Biography - Dorothy Crowfoot Hodgkin (1910-1994)

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Dorothy Hodgkin


Dorothy Crowfoot Hodgkin (1910-1994) was awarded the 1964 Nobel Prize for Chemistry. 

Read a summary of Hodgkin's life here

See the Videos page for more information about Hodgkin's contributions to science. 

Hodgkin's academic family tree





Dorothy Hodgkin’s Magnum Opus

As far as science anniversaries go, there’s plenty to celebrate in 2019. It is Alexander von Humboldt’s 250th birthday and the 50th anniversary of the Nobel Prize in Physics awarded to Murray GellMann (who passed away a few months ago) “for his contributions and discoveries concerning the classification of elementary particles and their interactions”. Chemistry milestones include the discovery of phosphorus by Hennig Brand 350 years ago, the 150th anniversary of the introduction of the periodic system by Dmitri Mendeleev, and the birth centennial of Primo Levi, author of The Periodic Table, a collection of short stories inspired by various episodes of his life, including nearly a year as a prisoner in Auschwitz. Readers of RefleXions may recognize 1969 as the year when the legendary Dorothy Crowfoot Hodgkin (1910-1994) published her seminal paper describing the crystal structure of insulin, the hormone that regulates the absorption of glucose into liver, fat, and skeletal muscle cells (M.J. Adams et al., Nature 1969, 224, 491-495). This was the successful conclusion to an effort that started almost 35 years earlier, shortly after the beginning of her independent career at the University of Oxford in 1934. In the intervening years, Hodgkin solved the molecular structures of several important biomolecules, including penicillin (1945) and vitamin B12 (1955), and was honored with the 1964 Nobel Prize in Chemistry “for her determinations by X-ray techniques of the structures of important biochemical substances.”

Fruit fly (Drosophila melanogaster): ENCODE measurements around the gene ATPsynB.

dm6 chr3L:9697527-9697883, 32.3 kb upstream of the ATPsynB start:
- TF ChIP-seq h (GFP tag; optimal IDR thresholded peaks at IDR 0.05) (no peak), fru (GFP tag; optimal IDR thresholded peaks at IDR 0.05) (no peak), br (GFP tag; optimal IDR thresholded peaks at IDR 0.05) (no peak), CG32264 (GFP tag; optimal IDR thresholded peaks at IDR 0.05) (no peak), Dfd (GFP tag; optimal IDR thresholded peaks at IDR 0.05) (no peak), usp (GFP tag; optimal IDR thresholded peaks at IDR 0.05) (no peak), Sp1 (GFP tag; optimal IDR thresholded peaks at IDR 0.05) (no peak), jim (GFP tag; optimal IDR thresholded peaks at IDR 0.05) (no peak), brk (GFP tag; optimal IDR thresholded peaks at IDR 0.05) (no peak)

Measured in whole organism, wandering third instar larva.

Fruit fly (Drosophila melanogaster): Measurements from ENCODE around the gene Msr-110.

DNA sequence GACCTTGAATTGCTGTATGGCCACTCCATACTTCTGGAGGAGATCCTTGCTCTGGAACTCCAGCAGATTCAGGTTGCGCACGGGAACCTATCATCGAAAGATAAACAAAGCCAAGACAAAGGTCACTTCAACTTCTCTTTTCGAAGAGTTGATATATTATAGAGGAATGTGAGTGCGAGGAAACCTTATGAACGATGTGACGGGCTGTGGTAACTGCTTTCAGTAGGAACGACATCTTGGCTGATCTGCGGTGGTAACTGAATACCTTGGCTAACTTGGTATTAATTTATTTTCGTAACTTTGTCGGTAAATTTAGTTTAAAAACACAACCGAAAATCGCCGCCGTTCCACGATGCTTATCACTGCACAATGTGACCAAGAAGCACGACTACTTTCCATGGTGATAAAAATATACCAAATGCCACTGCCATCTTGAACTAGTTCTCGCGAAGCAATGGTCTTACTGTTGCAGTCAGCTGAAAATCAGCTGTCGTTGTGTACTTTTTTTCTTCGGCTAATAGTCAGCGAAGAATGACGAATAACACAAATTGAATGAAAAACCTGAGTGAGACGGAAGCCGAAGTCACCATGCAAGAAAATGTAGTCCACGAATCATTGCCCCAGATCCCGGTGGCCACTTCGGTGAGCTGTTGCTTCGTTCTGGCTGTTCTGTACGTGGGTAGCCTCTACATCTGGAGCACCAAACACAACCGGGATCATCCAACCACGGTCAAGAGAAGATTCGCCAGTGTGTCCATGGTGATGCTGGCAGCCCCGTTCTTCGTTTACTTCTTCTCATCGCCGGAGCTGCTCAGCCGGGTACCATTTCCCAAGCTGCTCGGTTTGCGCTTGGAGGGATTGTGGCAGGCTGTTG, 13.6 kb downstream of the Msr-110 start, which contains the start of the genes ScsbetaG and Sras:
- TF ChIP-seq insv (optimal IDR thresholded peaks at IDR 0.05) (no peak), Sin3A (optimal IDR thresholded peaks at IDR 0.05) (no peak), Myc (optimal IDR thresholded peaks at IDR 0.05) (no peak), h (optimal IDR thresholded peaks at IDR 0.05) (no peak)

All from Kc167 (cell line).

But let’s go back to the insulin story. Discovered by Frederick Banting, Charles Best, and colleagues at the University of Toronto in 1921, and first crystallized by John Abel in 1926, insulin was a molecule of unprecedented complexity in 1934. In fact, the primary structure of insulin, which consisted of two amino acid chains linked by two disulfide bonds, was only established in the early 1950’s by the British biochemist Frederick Sanger (1918-2013) who, incidentally, is the only recipient of two Nobel Prizes in Chemistry (in 1958 and 1980). In any event, the development of the isomorphous replacement method by Max Perutz and John Kendrew in the 1960’s provided much-needed impetus to the project and Hodgkin finally put all the pieces of the puzzle together 50 years ago.

ACA RefleXions, Winter 2019.